The delivery of digital content to consumers in a trusted manner allows business models to be tried that are different from existing forms of publishing. Thus rights management technologies take a central place in the development of the eBook ecology by providing the ability to enforce and negotiate usage restrictions. This emphasis on the control of usage rather than access is critical in distinguishing eBook publishing from other types of publishing that have gone before it.
Press coverage of the eBook marketplace could lead readers to believe that an explosion is imminent in this new method of publishing . However, there are outstanding issues that need to be addressed for the current hype to bear some semblance to reality. All stakeholders will need to become active in informing how the eBook evolves as an economically viable resource type.
What is an eBook?
This question can be asked from a variety of perspectives. Many considering this question are concerned with the properties of an eBook, and whether they infer any rights to the consumer of the eBook. But any definition of an eBook must accommodate the role of many players other than just the publisher (rights representative) and the consumer (rights exploiter). The term eBook is really just a misnomer used to represent a new model of electronic publishing -- one where technology has a more pervasive role to play than within the previous electronic publishing genres such as online databases, electronic journals or syndication models. An eBook can be any type of electronic content that is packaged as a discrete unit and can be used with eBook technology.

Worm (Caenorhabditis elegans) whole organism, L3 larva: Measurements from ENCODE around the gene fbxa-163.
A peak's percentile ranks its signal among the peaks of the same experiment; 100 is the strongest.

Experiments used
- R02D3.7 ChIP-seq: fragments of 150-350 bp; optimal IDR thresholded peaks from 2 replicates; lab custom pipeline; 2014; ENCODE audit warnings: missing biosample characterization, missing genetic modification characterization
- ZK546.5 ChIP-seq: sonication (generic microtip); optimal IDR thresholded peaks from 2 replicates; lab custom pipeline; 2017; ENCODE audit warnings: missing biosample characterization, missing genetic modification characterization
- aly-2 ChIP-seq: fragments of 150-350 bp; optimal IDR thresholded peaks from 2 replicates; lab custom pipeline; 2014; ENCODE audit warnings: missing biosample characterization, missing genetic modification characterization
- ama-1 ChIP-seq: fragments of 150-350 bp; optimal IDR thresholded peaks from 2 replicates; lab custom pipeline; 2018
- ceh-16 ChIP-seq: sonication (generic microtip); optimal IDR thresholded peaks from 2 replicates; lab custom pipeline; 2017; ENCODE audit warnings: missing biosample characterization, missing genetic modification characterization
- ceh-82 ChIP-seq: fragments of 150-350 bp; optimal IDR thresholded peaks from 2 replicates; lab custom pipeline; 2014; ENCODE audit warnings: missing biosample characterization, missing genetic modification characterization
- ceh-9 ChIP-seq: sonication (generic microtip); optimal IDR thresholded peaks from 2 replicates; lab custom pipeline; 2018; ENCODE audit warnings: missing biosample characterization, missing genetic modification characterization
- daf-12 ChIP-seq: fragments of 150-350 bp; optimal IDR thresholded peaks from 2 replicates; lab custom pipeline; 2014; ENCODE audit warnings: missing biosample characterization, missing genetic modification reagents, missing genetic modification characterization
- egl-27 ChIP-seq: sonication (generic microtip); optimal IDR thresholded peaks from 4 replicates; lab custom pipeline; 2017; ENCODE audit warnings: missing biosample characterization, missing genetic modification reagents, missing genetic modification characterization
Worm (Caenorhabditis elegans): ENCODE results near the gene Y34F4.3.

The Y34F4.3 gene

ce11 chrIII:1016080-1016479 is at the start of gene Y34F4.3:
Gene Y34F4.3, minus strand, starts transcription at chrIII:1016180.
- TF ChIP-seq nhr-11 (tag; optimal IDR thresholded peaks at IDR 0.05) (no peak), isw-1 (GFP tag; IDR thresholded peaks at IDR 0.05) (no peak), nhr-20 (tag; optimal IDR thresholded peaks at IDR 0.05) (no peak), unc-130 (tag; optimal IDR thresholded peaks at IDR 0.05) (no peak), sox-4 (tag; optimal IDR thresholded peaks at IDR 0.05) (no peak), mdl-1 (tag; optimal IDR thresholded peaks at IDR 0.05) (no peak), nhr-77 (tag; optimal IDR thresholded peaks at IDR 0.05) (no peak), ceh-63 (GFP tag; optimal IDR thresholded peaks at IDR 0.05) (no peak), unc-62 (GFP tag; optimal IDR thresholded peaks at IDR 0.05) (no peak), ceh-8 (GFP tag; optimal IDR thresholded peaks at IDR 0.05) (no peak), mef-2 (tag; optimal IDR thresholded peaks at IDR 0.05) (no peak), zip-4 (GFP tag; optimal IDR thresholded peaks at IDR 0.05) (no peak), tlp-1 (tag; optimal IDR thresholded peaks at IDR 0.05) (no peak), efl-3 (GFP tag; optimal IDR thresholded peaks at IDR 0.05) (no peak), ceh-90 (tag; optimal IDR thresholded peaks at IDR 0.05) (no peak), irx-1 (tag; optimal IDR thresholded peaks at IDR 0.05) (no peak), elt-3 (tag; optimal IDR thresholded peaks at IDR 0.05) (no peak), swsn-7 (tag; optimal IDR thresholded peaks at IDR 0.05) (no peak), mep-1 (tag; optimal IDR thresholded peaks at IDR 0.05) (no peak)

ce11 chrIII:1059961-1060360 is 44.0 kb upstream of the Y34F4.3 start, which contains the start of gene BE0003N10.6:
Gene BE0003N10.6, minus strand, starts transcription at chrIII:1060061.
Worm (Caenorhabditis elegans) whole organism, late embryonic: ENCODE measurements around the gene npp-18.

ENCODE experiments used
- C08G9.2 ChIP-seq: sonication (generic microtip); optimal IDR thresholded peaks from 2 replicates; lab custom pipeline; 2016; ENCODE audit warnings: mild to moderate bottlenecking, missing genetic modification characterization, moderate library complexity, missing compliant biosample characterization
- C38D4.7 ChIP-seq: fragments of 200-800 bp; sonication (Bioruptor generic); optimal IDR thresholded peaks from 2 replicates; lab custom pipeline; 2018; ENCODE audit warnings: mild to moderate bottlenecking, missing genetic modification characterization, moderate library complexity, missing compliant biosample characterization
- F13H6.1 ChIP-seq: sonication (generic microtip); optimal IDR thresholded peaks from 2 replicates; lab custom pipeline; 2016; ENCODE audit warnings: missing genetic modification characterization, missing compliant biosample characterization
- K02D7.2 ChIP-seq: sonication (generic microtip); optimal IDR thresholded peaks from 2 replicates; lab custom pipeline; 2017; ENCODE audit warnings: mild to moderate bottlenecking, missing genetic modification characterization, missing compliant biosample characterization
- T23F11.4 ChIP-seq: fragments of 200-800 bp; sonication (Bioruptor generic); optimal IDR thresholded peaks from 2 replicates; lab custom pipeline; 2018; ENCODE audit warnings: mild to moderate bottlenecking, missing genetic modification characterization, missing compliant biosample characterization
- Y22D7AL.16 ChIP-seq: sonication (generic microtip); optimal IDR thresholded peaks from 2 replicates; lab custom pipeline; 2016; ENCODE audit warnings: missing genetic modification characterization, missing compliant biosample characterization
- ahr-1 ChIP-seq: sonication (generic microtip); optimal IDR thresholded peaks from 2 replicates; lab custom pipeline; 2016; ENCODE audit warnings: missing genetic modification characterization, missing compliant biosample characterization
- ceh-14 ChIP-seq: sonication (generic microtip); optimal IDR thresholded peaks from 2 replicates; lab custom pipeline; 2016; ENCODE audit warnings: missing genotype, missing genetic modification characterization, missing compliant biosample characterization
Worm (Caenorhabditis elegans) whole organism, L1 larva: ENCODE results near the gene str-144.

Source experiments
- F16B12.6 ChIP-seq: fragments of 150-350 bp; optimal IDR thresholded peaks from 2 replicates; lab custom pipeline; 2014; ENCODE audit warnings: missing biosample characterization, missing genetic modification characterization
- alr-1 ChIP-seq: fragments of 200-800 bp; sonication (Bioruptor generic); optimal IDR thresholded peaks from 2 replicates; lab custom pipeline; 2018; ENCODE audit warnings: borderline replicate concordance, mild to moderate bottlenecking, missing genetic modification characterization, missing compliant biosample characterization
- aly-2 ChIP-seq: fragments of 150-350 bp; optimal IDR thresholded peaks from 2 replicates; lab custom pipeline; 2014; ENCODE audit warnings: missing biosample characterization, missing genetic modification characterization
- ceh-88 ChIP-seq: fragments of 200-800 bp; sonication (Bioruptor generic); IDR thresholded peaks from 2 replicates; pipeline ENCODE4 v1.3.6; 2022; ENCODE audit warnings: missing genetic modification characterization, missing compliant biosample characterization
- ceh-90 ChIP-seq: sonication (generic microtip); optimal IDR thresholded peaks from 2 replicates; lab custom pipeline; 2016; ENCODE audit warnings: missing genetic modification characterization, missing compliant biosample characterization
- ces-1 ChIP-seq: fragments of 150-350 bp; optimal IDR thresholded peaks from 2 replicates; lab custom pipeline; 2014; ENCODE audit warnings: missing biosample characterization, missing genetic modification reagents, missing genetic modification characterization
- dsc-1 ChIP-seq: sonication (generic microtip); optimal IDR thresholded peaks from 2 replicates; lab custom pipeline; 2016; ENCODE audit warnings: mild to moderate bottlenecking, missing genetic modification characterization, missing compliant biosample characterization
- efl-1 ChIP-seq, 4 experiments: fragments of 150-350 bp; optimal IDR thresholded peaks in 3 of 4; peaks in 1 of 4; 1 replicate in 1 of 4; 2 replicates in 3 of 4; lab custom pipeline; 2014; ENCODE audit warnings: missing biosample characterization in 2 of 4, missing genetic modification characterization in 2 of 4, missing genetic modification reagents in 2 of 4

eBooks are different from other types of electronic publishing because the commodity that is being considered is finite. The established models of electronic publishing rely on the continuing need of the purchaser for access to a changing corpus of information. The means of establishing and enforcing business relationships are known and easily understood -- should a recipient of an electronic journal abuse their access, the publisher will likely take remedial action in the form of discontinuing access to the publication. eBooks are different because they do not rely on centralized control of access.
eBooks are important because they will establish new principles for the commerce of information commodities. What happens with eBooks will have profound implications for the use of information packets. It is unlikely that eBooks will accommodate existing practices (such as the right to return books to a distributor) if such uses would make it easier to abuse a consumer right that is intended to be fair to both parties. eBooks are about usage controls rather than access controls. The business models that can then be built for eBooks will affect how we write, publish, purchase and consume certain types of information resources.